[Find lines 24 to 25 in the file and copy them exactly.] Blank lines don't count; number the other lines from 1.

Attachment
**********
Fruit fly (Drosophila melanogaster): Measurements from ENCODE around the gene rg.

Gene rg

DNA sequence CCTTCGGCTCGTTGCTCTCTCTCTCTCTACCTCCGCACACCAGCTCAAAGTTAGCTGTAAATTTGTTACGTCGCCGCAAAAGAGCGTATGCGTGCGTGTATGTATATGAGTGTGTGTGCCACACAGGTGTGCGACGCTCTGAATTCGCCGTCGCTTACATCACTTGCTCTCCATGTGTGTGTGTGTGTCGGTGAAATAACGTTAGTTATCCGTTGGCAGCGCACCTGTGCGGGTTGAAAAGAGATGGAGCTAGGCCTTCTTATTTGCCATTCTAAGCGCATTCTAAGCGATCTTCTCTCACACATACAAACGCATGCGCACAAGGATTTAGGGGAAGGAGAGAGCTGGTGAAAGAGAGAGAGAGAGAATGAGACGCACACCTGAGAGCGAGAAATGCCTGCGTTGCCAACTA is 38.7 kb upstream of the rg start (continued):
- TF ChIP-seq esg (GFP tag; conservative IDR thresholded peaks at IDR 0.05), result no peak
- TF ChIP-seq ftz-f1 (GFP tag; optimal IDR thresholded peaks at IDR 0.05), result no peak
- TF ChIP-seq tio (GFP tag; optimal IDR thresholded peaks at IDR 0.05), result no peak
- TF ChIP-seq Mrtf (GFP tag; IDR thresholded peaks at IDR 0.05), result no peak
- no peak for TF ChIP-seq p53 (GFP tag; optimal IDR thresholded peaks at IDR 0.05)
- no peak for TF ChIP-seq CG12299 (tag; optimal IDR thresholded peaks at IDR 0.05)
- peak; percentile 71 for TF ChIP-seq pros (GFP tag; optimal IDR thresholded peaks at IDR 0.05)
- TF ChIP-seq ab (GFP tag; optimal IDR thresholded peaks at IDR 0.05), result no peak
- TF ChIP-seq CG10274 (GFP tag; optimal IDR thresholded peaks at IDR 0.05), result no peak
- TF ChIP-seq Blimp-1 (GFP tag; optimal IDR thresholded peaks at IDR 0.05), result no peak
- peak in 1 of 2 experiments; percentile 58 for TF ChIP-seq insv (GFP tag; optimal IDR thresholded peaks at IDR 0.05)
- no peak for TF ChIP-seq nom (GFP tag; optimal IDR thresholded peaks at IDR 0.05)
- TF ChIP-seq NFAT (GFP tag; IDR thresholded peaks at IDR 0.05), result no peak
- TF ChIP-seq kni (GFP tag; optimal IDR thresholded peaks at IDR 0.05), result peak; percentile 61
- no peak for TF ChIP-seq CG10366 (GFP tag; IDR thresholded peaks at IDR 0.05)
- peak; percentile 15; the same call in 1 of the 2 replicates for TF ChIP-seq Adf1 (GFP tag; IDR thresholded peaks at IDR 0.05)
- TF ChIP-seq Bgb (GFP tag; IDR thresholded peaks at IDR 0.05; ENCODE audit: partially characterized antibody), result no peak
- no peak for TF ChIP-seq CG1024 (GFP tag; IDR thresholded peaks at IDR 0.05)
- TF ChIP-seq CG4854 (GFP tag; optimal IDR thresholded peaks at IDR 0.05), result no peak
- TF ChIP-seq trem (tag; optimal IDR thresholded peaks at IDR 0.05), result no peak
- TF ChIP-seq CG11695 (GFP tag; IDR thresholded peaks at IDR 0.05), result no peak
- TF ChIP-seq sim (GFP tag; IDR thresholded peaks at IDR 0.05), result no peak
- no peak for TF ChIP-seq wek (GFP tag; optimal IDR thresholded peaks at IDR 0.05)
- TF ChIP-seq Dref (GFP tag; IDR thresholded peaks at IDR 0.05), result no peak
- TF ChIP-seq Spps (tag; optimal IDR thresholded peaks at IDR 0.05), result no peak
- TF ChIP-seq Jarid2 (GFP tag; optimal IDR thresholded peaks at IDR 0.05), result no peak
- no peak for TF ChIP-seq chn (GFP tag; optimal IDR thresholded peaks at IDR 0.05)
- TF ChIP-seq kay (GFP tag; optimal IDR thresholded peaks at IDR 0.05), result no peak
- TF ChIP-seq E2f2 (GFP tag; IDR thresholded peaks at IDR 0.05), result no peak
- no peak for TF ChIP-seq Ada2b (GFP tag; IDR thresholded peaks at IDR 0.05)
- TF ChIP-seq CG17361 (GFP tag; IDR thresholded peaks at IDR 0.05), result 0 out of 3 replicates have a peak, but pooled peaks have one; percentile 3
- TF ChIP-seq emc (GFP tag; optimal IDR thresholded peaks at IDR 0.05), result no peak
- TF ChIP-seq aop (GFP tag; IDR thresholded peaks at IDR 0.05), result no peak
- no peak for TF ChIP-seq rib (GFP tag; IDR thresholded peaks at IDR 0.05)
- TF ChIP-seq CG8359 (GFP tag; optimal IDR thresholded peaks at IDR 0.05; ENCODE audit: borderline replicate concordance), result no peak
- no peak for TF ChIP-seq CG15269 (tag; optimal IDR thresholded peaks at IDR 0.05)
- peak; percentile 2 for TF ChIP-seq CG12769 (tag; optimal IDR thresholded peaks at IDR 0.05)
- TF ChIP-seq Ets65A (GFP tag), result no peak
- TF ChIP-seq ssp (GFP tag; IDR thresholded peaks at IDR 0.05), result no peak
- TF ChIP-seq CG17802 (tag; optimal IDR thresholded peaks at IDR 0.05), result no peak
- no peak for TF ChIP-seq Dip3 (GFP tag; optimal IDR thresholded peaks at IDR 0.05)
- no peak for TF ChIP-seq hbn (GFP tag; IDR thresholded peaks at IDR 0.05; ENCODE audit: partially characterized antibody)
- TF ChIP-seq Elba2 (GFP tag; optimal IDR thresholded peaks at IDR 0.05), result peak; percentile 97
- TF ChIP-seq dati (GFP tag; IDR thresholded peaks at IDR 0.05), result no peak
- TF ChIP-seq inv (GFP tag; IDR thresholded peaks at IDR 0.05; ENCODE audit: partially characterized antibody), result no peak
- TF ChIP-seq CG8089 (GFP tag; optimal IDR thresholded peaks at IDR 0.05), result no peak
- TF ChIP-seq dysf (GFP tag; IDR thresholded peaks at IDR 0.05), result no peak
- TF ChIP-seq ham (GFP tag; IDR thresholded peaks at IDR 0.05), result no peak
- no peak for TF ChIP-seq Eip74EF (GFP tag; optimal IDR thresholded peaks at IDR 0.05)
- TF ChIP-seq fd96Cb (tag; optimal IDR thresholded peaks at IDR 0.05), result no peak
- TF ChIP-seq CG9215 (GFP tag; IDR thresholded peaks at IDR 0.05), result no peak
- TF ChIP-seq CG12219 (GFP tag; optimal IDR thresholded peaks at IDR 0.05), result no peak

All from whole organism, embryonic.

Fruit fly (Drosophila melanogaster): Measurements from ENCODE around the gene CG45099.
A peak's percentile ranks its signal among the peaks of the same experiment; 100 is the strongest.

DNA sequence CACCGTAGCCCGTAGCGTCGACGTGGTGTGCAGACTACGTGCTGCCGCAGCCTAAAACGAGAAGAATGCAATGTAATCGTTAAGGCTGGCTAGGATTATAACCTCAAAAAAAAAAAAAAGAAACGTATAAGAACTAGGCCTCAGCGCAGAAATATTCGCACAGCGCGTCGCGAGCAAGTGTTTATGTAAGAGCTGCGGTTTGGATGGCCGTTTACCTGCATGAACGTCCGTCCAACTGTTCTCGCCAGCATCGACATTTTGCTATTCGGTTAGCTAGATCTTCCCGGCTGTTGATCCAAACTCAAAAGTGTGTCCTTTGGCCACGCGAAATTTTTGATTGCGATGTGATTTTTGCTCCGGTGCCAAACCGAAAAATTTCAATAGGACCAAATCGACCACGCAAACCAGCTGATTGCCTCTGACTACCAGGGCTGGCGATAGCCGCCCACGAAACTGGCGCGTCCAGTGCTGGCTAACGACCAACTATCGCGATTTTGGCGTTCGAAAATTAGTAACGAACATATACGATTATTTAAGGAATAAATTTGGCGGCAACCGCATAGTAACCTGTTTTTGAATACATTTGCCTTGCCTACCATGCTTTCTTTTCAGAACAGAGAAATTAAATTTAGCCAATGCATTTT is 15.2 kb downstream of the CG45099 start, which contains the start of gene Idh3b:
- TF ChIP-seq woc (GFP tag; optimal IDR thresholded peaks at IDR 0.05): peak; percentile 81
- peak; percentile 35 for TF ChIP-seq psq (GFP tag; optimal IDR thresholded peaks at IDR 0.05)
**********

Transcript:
- TF ChIP-seq CG11695 (GFP tag; IDR thresholded peaks at IDR 0.05), result no peak
- TF ChIP-seq sim (GFP tag; IDR thresholded peaks at IDR 0.05), result no peak